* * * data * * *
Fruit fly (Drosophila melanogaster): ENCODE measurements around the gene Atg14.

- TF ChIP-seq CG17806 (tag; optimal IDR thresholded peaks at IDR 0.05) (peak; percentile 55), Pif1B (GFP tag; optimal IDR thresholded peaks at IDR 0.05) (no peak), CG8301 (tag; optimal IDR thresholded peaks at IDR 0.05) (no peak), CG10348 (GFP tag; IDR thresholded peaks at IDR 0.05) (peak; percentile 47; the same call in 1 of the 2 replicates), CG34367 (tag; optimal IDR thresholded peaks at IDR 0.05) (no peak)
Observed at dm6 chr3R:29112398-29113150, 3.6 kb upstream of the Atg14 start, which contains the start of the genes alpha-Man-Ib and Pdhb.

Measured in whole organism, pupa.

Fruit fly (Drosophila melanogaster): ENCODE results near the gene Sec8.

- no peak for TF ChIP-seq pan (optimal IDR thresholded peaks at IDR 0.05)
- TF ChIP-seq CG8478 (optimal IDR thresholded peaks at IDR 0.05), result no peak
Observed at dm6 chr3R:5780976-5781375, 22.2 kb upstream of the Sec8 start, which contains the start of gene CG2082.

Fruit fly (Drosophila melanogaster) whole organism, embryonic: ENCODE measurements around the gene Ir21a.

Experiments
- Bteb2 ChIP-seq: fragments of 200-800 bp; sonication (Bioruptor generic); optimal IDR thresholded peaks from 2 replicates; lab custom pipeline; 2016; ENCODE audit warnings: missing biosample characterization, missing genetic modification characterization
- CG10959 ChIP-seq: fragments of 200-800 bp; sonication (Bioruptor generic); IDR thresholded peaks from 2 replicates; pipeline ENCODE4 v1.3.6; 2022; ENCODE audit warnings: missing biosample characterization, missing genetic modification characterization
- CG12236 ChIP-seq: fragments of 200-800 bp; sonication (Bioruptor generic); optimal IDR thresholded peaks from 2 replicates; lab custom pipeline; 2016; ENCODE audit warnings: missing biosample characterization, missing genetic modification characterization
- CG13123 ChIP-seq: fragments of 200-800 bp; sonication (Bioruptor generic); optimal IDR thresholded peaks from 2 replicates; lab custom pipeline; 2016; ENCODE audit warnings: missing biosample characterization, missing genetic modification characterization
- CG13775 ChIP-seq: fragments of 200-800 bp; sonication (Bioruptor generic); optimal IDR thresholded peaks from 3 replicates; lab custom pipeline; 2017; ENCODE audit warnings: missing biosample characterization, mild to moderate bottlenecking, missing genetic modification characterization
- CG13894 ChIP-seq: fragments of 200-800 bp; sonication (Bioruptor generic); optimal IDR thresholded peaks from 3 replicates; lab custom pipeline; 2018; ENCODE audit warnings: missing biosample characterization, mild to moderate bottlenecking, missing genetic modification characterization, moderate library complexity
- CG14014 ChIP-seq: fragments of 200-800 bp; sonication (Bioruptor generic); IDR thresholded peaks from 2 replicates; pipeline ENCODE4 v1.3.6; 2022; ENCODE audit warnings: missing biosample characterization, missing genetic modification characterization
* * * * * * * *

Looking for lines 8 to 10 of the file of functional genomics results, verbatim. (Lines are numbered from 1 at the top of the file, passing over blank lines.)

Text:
Observed at dm6 chr3R:5780976-5781375, 22.2 kb upstream of the Sec8 start, which contains the start of gene CG2082.

Fruit fly (Drosophila melanogaster) whole organism, embryonic: ENCODE measurements around the gene Ir21a.

Experiments